NEW YORK (AP) — The convicted rapist formerly known as Louis Massei wore pink clam diggers and shoulder-length hair parted on the side for a star turn on the witness stand last week in a Manhattan courtroom.
The transgender witness, who now goes by the name Lisa, was there to describe what it was like to be involuntarily placed in a psychiatric facility for mentally ill offenders.
“My roommate was a person who fed his girlfriend to homeless people,” Massei told the jury. “You can’t run, you can’t fight. Someone has decided this is where you belong.”
Massei, 52, is among six ex-cons who have sued former Gov. George Pataki and other state officials for tens of millions of dollars. The lawsuit accuses the state of abusing its authority eight years ago by transferring the plaintiffs to psychiatric facilities at the end of their prison terms — in effect, summarily extending their sentences without recourse. None of the plaintiffs are still in mental health institutions.
Pataki is expected to testify early this week at a civil trial that’s a study in society’s struggle to protect the public from violent predators while preserving the legal rights of those same offenders. Abbe Lowell, Pataki’s lawyer, said in opening statements that Pataki knew in 2005 that 16 other states had addressed the problem of sexually violent predators being released after their prison terms by involuntary civil commitments to psychiatric institutions.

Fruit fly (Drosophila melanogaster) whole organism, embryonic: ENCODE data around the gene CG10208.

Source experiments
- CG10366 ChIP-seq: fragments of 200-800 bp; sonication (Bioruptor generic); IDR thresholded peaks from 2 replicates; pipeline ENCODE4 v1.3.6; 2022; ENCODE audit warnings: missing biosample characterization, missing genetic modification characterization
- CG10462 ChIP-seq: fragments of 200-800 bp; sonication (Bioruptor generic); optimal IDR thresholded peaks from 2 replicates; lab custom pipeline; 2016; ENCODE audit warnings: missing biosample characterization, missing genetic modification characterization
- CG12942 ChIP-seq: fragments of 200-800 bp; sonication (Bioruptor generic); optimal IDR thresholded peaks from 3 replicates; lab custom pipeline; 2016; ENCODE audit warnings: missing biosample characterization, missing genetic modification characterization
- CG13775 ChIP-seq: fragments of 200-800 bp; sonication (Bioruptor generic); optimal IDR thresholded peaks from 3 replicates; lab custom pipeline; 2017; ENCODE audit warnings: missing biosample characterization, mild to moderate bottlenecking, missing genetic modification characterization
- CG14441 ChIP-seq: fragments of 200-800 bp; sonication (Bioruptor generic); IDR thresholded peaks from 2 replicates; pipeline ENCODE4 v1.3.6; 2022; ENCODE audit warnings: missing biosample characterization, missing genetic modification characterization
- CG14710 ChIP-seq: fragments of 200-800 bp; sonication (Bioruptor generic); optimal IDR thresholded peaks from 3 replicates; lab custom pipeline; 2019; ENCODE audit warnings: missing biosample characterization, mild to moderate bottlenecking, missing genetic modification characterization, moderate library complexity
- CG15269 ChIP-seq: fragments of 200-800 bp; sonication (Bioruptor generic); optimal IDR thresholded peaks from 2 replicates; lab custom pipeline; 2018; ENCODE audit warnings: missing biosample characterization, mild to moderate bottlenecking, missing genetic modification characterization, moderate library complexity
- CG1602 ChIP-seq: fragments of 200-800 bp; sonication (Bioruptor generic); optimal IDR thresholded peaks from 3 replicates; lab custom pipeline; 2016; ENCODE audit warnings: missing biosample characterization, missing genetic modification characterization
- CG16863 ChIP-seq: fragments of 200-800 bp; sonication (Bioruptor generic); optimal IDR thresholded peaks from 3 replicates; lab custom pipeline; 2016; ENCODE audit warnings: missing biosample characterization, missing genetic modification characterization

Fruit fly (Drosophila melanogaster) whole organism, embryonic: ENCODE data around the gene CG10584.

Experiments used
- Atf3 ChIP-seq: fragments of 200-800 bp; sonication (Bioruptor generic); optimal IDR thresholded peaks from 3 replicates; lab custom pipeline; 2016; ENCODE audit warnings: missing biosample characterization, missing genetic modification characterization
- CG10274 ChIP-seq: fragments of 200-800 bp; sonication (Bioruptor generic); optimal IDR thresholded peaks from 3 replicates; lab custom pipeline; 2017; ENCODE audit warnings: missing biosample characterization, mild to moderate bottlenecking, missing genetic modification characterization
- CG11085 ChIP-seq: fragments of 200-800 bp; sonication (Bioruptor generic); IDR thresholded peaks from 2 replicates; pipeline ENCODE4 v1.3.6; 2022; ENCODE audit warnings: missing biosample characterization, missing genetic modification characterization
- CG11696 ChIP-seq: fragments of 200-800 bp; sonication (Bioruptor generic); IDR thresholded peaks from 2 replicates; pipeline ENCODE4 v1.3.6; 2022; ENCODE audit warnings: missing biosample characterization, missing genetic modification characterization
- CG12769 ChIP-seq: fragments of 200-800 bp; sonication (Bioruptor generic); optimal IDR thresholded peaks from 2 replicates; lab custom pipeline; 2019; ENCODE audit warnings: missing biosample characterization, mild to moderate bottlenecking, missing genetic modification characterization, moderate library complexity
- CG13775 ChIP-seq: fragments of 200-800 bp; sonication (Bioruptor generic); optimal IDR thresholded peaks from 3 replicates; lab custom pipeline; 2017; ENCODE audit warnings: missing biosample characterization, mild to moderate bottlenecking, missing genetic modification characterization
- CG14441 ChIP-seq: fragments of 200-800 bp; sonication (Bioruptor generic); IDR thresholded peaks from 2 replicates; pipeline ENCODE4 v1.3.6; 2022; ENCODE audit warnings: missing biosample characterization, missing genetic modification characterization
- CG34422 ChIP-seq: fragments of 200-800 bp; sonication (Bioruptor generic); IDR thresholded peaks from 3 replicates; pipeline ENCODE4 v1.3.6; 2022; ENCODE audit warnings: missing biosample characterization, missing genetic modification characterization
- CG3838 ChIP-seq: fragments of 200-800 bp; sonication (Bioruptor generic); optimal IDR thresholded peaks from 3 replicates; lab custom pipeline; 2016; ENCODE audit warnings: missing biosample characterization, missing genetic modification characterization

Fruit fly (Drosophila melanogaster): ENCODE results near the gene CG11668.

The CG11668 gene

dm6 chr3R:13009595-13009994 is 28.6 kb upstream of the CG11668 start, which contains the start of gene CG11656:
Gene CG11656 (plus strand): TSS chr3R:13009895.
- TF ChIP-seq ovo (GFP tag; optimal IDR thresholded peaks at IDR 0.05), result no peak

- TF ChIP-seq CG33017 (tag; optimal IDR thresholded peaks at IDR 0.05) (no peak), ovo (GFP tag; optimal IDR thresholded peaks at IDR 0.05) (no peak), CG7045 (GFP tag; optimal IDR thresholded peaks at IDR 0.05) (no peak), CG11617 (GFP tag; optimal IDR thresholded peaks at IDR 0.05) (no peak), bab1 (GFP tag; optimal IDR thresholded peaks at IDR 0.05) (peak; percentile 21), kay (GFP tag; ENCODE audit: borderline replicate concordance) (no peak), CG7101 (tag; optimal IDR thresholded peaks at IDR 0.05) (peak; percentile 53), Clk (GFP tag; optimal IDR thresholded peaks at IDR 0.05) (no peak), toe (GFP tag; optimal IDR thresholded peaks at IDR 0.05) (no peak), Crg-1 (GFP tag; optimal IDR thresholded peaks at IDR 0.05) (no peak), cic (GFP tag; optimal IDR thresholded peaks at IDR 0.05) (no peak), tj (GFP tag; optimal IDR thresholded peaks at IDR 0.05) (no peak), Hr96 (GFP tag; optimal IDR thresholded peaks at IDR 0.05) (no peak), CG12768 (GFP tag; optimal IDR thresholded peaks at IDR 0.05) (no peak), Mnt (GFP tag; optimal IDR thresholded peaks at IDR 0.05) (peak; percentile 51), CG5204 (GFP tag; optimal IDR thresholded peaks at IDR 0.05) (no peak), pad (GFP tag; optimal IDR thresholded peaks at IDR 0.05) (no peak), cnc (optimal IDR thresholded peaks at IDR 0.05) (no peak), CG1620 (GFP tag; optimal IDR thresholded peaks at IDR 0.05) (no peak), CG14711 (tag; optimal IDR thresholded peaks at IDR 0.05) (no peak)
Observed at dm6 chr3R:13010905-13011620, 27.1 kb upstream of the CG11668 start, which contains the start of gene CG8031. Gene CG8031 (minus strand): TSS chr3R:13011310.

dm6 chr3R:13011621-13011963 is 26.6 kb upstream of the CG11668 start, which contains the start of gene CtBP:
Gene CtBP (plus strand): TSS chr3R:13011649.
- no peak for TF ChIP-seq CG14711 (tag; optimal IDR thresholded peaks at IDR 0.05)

About 20 states now allow certain sex offenders to be detained at psychiatric facilities after their sentences are served if they have a mental disorder that would make them more likely to offend again. For several years, Pataki had tried to get state legislators to address the issue unsuccessfully.
After a newly paroled rapist killed a woman in 2005 in a suburban mall parking lot, Pataki’s solution was to use existing laws to direct prison officials to have the worst sex offenders evaluated for involuntary civil commitment once released from prison. The practice was halted in late 2006 after a state court found that the 12 men who were committed should have been entitled to hearings before it happened, but some of the prisoners remained in psychiatric institutions years afterward.
“I represent six convicted sex offenders,” plaintiffs’ attorney Reza Rezvani said in opening statements this month. “Never for one second will you hear me defend what they’ve done. What you will hear me defend is the Constitution of the United States of America, that Constitution that gives us the right before our government locks us up … the right to have a chance to be heard.”
Barbara Hathaway, a lawyer for the state, argued that the plaintiffs ended up getting the treatment they needed, calling it “a case of no harm, no foul.” Under the program, 800 people were evaluated and 127 were committed, she added.
“This was not a rubber stamp,” she said. “Doctors were using their professional judgment.”